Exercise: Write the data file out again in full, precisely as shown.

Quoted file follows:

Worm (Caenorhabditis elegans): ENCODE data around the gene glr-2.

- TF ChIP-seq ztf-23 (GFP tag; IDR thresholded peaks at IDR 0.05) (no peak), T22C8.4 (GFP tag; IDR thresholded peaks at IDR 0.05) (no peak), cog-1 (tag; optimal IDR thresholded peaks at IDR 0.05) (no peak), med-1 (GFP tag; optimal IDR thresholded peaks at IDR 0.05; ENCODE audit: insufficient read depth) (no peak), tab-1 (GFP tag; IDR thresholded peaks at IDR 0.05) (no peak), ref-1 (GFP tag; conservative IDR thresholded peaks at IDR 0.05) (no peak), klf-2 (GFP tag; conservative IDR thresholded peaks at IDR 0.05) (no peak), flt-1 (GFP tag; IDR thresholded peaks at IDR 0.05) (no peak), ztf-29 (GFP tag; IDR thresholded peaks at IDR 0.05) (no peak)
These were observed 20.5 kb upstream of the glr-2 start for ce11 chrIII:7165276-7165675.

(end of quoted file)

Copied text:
Worm (Caenorhabditis elegans): ENCODE data around the gene glr-2.

- TF ChIP-seq ztf-23 (GFP tag; IDR thresholded peaks at IDR 0.05) (no peak), T22C8.4 (GFP tag; IDR thresholded peaks at IDR 0.05) (no peak), cog-1 (tag; optimal IDR thresholded peaks at IDR 0.05) (no peak), med-1 (GFP tag; optimal IDR thresholded peaks at IDR 0.05; ENCODE audit: insufficient read depth) (no peak), tab-1 (GFP tag; IDR thresholded peaks at IDR 0.05) (no peak), ref-1 (GFP tag; conservative IDR thresholded peaks at IDR 0.05) (no peak), klf-2 (GFP tag; conservative IDR thresholded peaks at IDR 0.05) (no peak), flt-1 (GFP tag; IDR thresholded peaks at IDR 0.05) (no peak), ztf-29 (GFP tag; IDR thresholded peaks at IDR 0.05) (no peak)
These were observed 20.5 kb upstream of the glr-2 start for ce11 chrIII:7165276-7165675.